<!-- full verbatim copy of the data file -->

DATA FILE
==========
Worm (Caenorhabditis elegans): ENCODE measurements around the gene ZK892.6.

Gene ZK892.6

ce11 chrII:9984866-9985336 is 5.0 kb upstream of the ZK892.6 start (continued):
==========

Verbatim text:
Worm (Caenorhabditis elegans): ENCODE measurements around the gene ZK892.6.

Gene ZK892.6

ce11 chrII:9984866-9985336 is 5.0 kb upstream of the ZK892.6 start (continued):